10 myths about yoga debunkedAditi Revankar
“Yoga is an invaluable gift of India’s ancient tradition,” said India’s Prime Minister Narendra Modi in the UN General Assembly in 2014, in his call for adoption of June 21st as the International Day of Yoga. As we approach the second International Yoga Day, the importance of yoga cannot be overemphasised.
Contrary to popular belief, yoga is not a lot of things that people think it is. Here are some myths busted:
Myth 1: Yoga hails from Hinduism
As Sadguru says, “Yoga is Hindu just the way gravity is Christian. Just because the law of gravity was propounded by Isaac Newton, who lived in a Christian culture, does it make gravity Christian? Yoga is a technology. Anybody who is willing to make use of it can make use of it.”
Myth 2: Yoga is only for women
It was a man, Patanjali, who first practiced yoga thousands of years ago. Yoga is designed to work for every single muscle of the body as opposed to the gym that targets only one muscle at a time, without improving mobility. It increases strength, flexibility, ensures better sleep, and makes for healthy living. Yoga is for all.
Myth 3: You have to be a human pretzel to do yoga
Although strength and flexibility are a prerequisite to much of the asana (pose) practice, there are modifications and props that can be used until that flexibility comes. This misconception arises mainly because of the common view that yoga is simply of the body, but it is a much larger process of breathing life into the human system through a holistic approach that works with the body and the mind. You do not need to be able to touch your toes to do yoga. Yoga helps you do that!
Myth 4: Pregnant women should refrain from practicing yoga
Yoga optimises reproductive health and helps a woman’s body cope with pregnancy and labour. Asanas can be tailored keeping in mind the condition of women. It is always advisable to check with a physician before taking on any form of yoga during pregnancy.
Myth 5: You will not benefit from short sessions
You will benefit greatly even from just a 10 minute session of Surya Namaskar on the mat each morning. The aim is to get better each day. Research has shown that just 20 minutes of yoga significantly increases brain function by improving focus, speeding up information processing, and improving memory.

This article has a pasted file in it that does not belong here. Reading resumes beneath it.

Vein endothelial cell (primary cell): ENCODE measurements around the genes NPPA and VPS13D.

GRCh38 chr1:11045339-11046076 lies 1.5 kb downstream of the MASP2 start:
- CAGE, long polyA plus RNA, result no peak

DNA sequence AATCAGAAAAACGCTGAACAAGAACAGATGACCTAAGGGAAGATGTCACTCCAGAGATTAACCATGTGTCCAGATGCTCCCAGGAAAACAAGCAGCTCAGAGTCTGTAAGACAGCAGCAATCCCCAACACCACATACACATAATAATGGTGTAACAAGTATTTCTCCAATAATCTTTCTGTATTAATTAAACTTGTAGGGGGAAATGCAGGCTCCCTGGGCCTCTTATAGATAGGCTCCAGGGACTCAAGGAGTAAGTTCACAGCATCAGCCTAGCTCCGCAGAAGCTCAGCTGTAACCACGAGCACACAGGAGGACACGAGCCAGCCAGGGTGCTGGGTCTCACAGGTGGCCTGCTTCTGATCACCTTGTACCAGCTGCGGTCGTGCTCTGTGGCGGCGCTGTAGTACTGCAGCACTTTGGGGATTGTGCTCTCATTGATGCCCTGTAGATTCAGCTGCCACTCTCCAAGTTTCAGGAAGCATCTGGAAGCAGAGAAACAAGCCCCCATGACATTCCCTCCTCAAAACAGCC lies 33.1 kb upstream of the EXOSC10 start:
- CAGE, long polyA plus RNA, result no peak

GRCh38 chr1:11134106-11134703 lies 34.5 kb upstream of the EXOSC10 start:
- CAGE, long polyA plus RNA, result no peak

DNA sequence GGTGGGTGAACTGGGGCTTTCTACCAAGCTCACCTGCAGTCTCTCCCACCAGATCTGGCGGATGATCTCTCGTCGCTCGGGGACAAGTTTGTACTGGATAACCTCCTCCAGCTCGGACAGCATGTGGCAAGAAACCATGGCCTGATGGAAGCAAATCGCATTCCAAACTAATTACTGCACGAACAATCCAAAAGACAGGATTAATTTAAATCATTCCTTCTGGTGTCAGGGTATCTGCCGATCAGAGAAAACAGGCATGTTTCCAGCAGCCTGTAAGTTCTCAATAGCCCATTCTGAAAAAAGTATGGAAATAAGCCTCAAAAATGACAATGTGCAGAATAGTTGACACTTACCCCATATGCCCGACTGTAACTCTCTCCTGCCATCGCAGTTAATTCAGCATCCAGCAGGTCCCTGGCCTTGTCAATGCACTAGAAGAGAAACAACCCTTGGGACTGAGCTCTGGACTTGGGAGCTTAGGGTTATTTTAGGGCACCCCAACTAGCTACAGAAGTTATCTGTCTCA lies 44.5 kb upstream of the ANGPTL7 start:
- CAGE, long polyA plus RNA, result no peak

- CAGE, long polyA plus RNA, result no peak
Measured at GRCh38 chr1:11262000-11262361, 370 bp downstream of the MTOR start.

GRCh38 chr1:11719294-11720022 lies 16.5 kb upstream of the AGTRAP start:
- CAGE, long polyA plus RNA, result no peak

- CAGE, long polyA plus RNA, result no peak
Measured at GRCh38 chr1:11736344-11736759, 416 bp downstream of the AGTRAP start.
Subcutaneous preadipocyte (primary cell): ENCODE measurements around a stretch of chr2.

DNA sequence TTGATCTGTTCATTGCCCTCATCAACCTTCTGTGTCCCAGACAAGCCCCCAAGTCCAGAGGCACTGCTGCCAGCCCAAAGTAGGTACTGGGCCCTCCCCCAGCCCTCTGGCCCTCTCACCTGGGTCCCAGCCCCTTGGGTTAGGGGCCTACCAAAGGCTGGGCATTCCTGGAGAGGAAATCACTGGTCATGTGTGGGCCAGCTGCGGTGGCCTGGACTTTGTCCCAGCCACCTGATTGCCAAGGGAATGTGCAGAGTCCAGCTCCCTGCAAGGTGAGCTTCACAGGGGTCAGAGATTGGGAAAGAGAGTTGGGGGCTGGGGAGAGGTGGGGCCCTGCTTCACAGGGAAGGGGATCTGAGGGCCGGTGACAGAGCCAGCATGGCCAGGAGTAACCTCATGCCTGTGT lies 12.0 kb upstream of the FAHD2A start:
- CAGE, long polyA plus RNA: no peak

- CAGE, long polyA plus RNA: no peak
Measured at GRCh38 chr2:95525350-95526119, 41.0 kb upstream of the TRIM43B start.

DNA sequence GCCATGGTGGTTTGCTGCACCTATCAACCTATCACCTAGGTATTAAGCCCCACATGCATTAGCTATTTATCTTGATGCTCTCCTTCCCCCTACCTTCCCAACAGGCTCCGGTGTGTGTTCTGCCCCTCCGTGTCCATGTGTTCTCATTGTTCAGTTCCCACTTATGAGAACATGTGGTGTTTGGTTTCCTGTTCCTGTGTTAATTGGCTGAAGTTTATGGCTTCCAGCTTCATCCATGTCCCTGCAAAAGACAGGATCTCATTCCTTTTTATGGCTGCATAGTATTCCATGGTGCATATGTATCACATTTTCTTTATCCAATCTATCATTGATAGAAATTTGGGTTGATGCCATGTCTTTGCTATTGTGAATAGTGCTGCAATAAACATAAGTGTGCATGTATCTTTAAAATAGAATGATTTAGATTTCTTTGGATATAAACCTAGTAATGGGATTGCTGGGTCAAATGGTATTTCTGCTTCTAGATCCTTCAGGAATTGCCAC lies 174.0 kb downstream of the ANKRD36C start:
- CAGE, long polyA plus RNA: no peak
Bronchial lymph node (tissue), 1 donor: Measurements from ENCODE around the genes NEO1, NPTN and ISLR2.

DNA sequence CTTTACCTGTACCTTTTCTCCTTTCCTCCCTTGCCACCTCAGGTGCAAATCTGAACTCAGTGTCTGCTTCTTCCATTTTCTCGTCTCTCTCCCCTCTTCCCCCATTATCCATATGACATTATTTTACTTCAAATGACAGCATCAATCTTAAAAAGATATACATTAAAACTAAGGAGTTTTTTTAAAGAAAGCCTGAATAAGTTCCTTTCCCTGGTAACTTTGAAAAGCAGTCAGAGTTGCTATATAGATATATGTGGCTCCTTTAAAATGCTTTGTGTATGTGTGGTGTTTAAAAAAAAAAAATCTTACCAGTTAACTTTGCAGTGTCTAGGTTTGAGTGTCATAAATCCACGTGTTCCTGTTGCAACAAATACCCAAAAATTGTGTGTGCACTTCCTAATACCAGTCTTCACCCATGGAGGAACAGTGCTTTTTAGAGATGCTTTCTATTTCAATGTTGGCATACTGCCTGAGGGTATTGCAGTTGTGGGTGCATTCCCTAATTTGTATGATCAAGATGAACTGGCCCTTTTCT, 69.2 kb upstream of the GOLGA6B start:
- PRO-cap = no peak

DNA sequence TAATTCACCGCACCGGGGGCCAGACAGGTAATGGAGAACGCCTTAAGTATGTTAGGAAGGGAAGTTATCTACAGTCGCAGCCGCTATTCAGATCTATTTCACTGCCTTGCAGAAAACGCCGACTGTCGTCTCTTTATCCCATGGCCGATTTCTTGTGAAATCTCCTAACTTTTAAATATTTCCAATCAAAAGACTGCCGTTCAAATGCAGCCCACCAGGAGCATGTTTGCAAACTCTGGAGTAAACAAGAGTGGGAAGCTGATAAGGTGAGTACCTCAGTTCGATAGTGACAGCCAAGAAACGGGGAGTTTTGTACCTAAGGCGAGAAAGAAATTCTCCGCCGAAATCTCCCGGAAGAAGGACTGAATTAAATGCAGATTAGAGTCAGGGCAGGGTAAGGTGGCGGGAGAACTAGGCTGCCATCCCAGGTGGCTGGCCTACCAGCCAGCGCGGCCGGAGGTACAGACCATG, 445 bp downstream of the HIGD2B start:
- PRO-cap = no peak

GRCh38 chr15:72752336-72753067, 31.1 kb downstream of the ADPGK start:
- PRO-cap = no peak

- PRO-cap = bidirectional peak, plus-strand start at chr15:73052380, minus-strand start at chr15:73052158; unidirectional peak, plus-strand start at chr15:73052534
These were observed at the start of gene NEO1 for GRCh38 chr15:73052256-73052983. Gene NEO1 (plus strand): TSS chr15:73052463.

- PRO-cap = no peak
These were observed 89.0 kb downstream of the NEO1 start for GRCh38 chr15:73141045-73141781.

Myth 6: Yoga is an early morning activity
Yoga is about living your life a certain way with a certain amount of discipline to bring your mind and body in sync and that cannot be restricted to the working of a clock. According to Sadguru, “Yoga is not something that you do morning-evening. It is a certain way of being. One must become yoga. If it's morning-evening yoga, the rest of the time entanglement -- this is not yoga, this is only yoga practice.”
Myth 7: Yoga is bad for injuries or chronic body aches
Studies have shown that carefully designed and specifically tailored yoga poses help reduce pain, for example, chronic low back pain, improve mobility, and other functions. Practicing yoga has other health benefits. By helping individuals slow down amidst the chaos in life, it reduces heart rate and blood pressure, improves lung function and also helps relieve anxiety and depression.
Myth 8: Yoga works best when practiced outdoors
Yoga in the outdoors by a beach, or in a forest, looks wonderful but may do more harm than good sometimes. Practicing yoga outdoors can cause you to catch a cold or interfere with your peace if there is even a slight breeze.
Myth 9: Yoga helps get the junk out of your body
Sweat helps keep the body cool and not eliminate waste from our bodies (that’s left to the kidneys, liver, and digestive tract). Because you eliminate water, salt, and electrolytes from your body when you sweat, it makes you feel lighter but does not reduce the junk in your body. The best way to rid your body of toxins is to put lesser of them in.
Myth 10: Yoga does not have any risks
Yoga is usually safe for most people when practiced in proper form, by paying close attention to your body, staying hydrated and modifying poses according to your skill level. According to National Institute of Health, yoga when practiced incorrectly can, in rare cases, cause some types of stroke or pain from nerve damage.